4-H Communications day pulls in nearly 100 participants

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  • Dane Chojnacky explains how to wire lighting for his demonstration talk. (Photo supplied)

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    Shane McKenzie talks about the parts and functions of a compound bow. (Photo supplied)

  • Dane Chojnacky explains how to wire lighting for his demonstration talk. (Photo supplied)

  • 1

    Shane McKenzie talks about the parts and functions of a compound bow. (Photo supplied)

Sanders County’s 4-H kids got together over the weekend at both Thompson Falls and Hot Springs high schools for the annual Communications Days contest.

This year’s event saw approximately 46 4-H’ers converge to Thompson Falls High School on Saturday to compete over four different platforms.

While over 50 4-H kids from around the four county clubs converged to Hot Springs High School on Sunday.

There were two groups that were competing over the weekend, the junior and senior 4-H kids turned out in true Sanders County style.

Accompanying the junior and senior groups were the youngest representatives of the 4-H family, the clover buds who also turned up to take advantage of learning some new skills.

Though typically the little kids who are in the clover bud division (kids under 9 years old) don’t compete but rather participate.

Kids whose age resides between 9 years old and 13 years old are classed in the junior category. Then from 14 years old to around 18 years old, those kids are classified into the senior category.

With the Thompson Falls event having kicked off at 10 a.m. Saturday morning, it was expected to run for around three to four hours.

Once kids had broken up into their platforms they got to presenting their Communications projects to a small crowd that included three judges.

“For the Thompson Falls High School competition we had 12 judges in total. For Hot Springs we had 18 judges. There are three judges per platform,” explained MSU Extension administrative assistant Shirley Kinkade.

“All of our judges are volunteers from the community which is really fantastic,” she added.

Kids of all ages presented their communications assignment on a range of different topics.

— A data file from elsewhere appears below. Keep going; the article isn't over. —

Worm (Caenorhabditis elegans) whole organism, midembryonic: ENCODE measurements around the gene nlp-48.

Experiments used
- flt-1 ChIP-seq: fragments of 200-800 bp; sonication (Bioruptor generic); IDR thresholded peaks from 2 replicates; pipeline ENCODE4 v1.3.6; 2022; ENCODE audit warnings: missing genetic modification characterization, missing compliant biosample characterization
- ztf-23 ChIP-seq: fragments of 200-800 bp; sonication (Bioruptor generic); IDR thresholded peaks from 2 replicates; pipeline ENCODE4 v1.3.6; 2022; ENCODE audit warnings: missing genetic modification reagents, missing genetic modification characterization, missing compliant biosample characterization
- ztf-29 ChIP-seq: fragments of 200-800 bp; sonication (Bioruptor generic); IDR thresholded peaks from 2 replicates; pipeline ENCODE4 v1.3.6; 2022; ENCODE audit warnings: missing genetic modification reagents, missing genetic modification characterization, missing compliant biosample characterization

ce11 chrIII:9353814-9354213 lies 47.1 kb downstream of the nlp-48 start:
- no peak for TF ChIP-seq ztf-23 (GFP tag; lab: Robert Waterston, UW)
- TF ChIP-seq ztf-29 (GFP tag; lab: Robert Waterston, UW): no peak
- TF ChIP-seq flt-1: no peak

Topic categories can include; demonstrations, illustrated talks, prepared speeches, impromptu speeches, video commercial, career communications, promotional packages, cooking, and much more.

“The kids have a real advantage to communicate about anything they are passionate about,” added Kinkade.

This year a large number of kids will be presenting a demonstration, while one will present a video, two prepared speeches and one young clover bud will have a go at an impromptu speech.

“We are excited to see what the kids present,” said Kinkade.

This year some of the topics that were demonstrated by local 4-H kids included a lot of “how to” topics.

Junior competitor Isaiah Sprecher demonstrated roping. Fellow junior competitor Solveig Nygaard presented a demonstration on bracelet making.

Some senior competitors also presented demonstrations which included how to wire a light bar, small engines and gettin’ chicks.

While three senior competitors took the opportunity to do an illustrated talk. Lydia French did her talk on KATA, Madeline Snell on Who Are the Ambassadors. While Chloe French did her presentation on the Spanish New Year celebration.

After the weekend’s events, those who produce top scores will then move onto the finals which will be held in Plains at the high school on March 11. From there those age 13 years old and above can qualify to go onto the state contest at Montana State 4-H Congress which is held in Bozeman in July.

“This is a great way for kids to gain confidence in public speaking and valuable life skills that will help them feel confident and comfortable in perusing their life goals,” said Kinkade of the competition.

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